Today I noticed for the first time what may be a new move in the redaction game. I neither like nor understand chess (the two may be related), but it feels like I witnessed the birth of the French defense.
As we've discussed ad nauseum, it has become standard practice for Judge Andrews to reject filings that redact exhibits in their entirety (or nearly so) with an oral order like the following:
ORAL ORDER: The redacted filing (D.I. 163 ) is REJECTED because parts of it are redacted in its entirety. Absent a compelling reason, supported by a statement under oath by a party, redactions in their entirety are impermissible; redactions must be done so as to redact the least possible amount of the materials submitted. Failure to make a good faith attempt at such redactions may result in sanctions, the most common of which would be simply unsealing the entire filing. Redacting in its entirety a document or parts of it that contains publicly available materials is prima facie evidence of bad faith. A revised redacted filing is DUE within five business days.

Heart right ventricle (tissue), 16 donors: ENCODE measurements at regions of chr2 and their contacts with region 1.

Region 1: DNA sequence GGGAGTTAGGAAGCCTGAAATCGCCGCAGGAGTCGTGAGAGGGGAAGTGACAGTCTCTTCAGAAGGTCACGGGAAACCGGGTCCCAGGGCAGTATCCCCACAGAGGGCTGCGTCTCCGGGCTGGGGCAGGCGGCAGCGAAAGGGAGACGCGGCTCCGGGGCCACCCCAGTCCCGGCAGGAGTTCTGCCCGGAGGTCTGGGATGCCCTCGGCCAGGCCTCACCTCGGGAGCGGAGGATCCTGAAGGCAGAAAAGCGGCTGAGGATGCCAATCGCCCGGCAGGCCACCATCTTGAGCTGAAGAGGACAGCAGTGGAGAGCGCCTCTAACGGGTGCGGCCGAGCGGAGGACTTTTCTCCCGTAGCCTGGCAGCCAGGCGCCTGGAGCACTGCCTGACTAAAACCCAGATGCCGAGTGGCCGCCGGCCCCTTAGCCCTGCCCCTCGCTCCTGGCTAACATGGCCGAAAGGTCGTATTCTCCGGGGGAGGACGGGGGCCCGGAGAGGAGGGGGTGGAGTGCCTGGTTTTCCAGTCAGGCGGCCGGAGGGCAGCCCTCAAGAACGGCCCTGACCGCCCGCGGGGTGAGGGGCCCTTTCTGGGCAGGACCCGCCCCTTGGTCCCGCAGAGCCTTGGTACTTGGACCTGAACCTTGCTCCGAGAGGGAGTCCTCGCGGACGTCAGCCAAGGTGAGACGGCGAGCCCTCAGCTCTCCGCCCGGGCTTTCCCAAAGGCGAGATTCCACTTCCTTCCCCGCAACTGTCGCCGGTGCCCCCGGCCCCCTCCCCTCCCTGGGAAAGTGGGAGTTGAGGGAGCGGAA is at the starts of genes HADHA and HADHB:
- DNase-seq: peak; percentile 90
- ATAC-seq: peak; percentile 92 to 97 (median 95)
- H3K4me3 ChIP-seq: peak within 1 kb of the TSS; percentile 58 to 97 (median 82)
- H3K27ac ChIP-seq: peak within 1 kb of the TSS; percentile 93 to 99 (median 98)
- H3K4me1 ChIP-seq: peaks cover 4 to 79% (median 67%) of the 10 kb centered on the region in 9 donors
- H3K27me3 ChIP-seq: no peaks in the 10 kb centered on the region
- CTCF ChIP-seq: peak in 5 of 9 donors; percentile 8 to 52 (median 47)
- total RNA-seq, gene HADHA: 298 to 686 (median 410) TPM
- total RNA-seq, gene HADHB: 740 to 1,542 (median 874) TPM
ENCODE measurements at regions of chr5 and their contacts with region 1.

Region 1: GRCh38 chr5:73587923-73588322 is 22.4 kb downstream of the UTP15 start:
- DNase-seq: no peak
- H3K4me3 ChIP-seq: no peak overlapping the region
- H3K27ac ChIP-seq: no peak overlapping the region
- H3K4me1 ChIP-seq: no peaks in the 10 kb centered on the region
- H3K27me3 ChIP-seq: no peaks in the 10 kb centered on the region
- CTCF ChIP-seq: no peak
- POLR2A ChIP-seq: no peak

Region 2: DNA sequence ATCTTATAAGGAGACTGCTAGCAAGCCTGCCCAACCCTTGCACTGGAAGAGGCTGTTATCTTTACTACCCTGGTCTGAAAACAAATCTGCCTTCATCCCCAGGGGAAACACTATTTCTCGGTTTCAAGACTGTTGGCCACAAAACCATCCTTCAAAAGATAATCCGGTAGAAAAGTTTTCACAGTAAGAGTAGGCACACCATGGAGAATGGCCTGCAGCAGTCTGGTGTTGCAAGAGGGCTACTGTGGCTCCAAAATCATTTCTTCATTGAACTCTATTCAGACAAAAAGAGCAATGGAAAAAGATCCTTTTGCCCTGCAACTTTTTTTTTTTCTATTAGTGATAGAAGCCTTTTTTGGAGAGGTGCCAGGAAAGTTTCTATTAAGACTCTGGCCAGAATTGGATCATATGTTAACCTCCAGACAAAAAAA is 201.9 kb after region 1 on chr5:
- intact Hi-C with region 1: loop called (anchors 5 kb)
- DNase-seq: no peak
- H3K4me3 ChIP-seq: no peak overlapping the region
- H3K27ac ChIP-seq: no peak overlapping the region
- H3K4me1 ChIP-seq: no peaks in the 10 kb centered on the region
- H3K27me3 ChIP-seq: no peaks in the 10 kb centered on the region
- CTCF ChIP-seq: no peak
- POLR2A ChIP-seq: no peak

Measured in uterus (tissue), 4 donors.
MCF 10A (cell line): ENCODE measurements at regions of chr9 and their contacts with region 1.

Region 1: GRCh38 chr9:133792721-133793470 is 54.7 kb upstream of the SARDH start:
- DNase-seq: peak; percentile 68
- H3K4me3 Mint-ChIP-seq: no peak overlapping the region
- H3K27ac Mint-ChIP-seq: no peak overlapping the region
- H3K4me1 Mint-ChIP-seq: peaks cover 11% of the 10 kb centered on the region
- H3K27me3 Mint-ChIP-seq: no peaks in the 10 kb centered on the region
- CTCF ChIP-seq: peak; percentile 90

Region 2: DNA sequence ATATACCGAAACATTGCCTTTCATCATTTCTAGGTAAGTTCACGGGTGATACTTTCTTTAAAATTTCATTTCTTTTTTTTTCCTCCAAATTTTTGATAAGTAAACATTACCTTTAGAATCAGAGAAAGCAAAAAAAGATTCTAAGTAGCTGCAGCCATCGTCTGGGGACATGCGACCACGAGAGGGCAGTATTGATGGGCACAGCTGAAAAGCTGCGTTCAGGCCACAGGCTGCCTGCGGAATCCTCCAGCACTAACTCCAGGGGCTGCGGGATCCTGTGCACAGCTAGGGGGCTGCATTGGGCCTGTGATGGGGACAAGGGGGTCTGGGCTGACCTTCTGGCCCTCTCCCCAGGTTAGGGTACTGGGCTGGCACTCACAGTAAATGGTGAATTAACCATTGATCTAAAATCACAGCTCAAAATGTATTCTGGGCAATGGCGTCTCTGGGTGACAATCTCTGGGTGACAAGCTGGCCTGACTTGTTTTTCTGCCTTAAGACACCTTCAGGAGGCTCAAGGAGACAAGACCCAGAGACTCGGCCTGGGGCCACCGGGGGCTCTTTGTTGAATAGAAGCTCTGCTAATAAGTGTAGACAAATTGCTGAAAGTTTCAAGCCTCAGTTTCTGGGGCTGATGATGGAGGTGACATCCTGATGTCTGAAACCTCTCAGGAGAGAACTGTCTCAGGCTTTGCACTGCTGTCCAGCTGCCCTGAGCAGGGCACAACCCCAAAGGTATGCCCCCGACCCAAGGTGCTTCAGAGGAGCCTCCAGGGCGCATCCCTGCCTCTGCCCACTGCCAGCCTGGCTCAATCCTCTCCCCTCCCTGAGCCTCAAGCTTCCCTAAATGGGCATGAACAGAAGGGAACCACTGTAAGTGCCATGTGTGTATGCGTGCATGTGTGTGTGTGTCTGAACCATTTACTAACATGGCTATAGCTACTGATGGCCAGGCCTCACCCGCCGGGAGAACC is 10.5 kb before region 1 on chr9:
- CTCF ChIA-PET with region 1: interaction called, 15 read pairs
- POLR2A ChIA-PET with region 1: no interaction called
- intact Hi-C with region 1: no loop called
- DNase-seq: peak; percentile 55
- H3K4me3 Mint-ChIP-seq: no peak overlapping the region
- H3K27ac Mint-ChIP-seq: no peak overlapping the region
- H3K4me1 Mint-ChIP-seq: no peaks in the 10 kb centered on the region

Vertex Pharms. Inc. v. Sun Pharm. Ind. Ltd., C.A. No. 20-988-RGA (D. Del. Apr. 12, 2023).
Despite this repeated refrain, I still see at least a couple such orders every month. This week, however, was the first time I saw a party take the step of submitting "a statement under oath by a party" at the same time it submitted its redactions, rather than waiting for them to first be rejected.
Interestingly, the statement itself was fairly light on detail stating only that it was redacting "the proprietary formulation contained in its ANDA" and describing ...